I also get some angry responses when I praise Ronald Reagan’s achievements. I’ve even had a few leftists get all agitated simply because I occasionally share a hypothetical poll from 2013 showing that Reagan would beat Obama in a landslide.

But what really gets these folks angry is when I argue that recipients of welfare and redistribution should feel shame and embarrassment. As far as they’re concerned, I’m being a heartless jerk who wants to inflict emotional pain on vulnerable people.

Though, to be fair, their anger usually dissipates when I explain that my real goal is to protect people from long-term dependency on government. And it’s also hard for them to stay agitated when I point out that I’m basically making the same argument as Franklin Roosevelt, who famously warned about welfare being “a narcotic” and “a subtle destroyer of the human spirit.”

In other words, I don’t like the welfare state because I care about both the best interests of taxpayers and also about the best interests of poor people. And this is why I repeatedly share data showing how American was making impressive progress against poverty before there was a welfare state. But once the federal government declared a “War on Poverty,” the poverty rate stopped falling.

But that’s only part of my argument. I also think there are very worrisome implications for overall society when people start thinking that they have a “right” to welfare and redistribution. At the risk of sounding like a cranky libertarian, I fear that any nation will face a very grim future once too many people lose the ethic of self-reliance and think it’s morally and ethically acceptable to be moochers.

Indeed, my theory of “Goldfish Government” is based in part on what happens when a sufficient number of voters think it’s okay to steal from their neighbors, using government as a middleman. Short-sighted politicians play a big role in this self-destructive process, of course, along with unfavorable demographic changes.

And when people want examples, I just point to nations such as Greece, Italy, and France. Or states such as California and Illinois.

At this stage, a clever leftist will usually interject and argue I’m being unfair. They’ll say that Nordic nations such as Denmark and Sweden are proof that a big welfare state is compatible with a prosperous and stable society.

Au contraire, as our French friends might say. Yes, the Nordic nations may be relatively successful big-government countries, but there are three very important things to understand.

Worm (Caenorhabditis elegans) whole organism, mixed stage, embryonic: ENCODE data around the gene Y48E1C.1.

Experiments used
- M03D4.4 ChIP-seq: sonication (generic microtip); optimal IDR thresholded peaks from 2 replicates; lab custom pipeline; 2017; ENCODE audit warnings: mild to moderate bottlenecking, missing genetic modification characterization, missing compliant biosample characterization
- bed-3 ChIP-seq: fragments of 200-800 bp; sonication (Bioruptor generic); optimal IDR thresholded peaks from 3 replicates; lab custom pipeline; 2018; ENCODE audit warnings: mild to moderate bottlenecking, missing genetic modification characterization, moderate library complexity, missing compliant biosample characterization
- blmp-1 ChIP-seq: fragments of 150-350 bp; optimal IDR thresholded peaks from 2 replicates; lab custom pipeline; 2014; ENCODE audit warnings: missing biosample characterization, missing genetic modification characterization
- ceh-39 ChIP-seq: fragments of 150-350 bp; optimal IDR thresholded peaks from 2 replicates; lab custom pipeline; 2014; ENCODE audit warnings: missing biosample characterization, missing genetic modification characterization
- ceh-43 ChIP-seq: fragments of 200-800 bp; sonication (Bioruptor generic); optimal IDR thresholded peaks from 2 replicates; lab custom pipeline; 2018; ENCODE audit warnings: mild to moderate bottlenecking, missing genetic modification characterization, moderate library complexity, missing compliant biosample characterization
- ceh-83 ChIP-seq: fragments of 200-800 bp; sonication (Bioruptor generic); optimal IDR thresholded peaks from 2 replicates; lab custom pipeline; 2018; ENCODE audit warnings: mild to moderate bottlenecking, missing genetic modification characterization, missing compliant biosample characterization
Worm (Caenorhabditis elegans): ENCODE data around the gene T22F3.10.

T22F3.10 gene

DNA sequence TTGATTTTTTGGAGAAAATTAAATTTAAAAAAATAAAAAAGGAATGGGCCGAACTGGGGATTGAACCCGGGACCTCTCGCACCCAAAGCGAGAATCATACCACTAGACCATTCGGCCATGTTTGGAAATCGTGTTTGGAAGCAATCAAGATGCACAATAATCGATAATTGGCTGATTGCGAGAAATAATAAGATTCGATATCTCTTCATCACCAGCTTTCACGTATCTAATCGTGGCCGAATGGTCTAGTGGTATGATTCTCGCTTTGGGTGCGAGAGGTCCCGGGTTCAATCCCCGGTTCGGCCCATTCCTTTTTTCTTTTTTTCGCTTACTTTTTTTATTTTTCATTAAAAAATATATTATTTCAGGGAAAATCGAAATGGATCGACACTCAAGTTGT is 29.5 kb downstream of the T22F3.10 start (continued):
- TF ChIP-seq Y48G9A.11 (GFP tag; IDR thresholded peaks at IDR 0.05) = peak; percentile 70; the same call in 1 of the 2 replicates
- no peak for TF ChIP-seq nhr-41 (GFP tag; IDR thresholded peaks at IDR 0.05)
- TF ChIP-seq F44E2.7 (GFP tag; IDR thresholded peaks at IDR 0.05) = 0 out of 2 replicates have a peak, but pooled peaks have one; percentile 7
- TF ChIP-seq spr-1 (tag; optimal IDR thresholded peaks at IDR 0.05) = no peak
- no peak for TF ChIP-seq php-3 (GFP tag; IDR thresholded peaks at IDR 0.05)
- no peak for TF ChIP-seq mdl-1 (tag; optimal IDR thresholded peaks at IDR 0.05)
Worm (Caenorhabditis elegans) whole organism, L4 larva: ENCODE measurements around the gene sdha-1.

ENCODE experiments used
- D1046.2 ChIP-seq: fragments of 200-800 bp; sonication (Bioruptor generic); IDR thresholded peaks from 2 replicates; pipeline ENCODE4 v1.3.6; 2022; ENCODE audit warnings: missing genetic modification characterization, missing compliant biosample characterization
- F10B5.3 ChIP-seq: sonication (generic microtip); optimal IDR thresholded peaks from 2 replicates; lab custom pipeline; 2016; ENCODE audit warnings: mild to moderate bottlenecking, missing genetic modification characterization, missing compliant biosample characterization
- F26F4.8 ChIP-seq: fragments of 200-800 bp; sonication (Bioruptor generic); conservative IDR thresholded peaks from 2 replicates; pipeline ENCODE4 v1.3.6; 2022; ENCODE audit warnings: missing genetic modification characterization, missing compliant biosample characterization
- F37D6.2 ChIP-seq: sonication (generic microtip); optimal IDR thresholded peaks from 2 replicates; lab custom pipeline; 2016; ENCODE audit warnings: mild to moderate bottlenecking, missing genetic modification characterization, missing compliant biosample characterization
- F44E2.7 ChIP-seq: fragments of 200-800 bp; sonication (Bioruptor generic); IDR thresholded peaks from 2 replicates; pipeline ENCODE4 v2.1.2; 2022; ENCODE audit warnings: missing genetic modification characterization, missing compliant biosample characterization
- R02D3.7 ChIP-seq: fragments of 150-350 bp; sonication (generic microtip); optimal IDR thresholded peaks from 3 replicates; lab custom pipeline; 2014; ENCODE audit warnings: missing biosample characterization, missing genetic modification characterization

1. The Nordic nations became comparatively rich in the 1800s and early 1900s when economic policy was dominated by free markets and small government.
  2. The adoption of high taxes and big welfare states (particularly an explosion in the burden of government spending starting in the 1960s) weakened economic performance.
  3. In recent years, Nordic nations have sought to undo the damage of big government with pro-market reforms and limits on the fiscal burden of government.

But let’s specifically focus today on whether the Nordic nations are somehow an exception to the rule that welfare and redistribution have a pernicious impact on a society. In other words, does welfare in nations such as Denmark and Sweden undermine “social capital”? Is there a negative impact on the work ethic and spirit of self-reliance?

Fortunately, we have some very good data from a new, must-read book by Nima Sanandaji, who grew up in Sweden. Entitled Debunking Utopia: Exposing the Myth of Nordic Socialism, Nima’s book is a comprehensive analysis of public policy in that part of the world, both what’s good and what needs improvement.

One of his 11 chapters is about “The Generous Welfare Trap” and it’s filled with very valuable information about the human and societal cost of the welfare state.

Though I can’t resist pointing out that he starts his analysis by citing President Roosevelt.

Franklin D. Roosevelt…was concerned that the institution he was fostering…might destroy the spirit of self-reliance. Two years into his presidency, he held a speech to Congress…the president warned that…”continued dependence upon relief induces a spiritual and moral disintegration fundamentally destructive to the national fibre. To dole out relief in this way is to administer a narcotic, a subtle destroyer of the human spirit.” …In today’s political climate, Franklin D. Roosevelt’s view on public benefits would seem quite harsh.

Nima then looks at whether the Nordic nations somehow might be proof that FDR was wrong.

Yet there has been a persistent conviction among the modern proponents of welfare states that it is indeed-somehow-possible to create stable systems with generous benefits and high taxes. The main line of reasoning is based on the Nordics. The welfare states in this part of the world seem to, at least at first glance, succeed in providing extensive services and generous cash benefits without eroding personal responsibility. If generous welfare works in Sweden and Denmark, why not also in the rest of the world?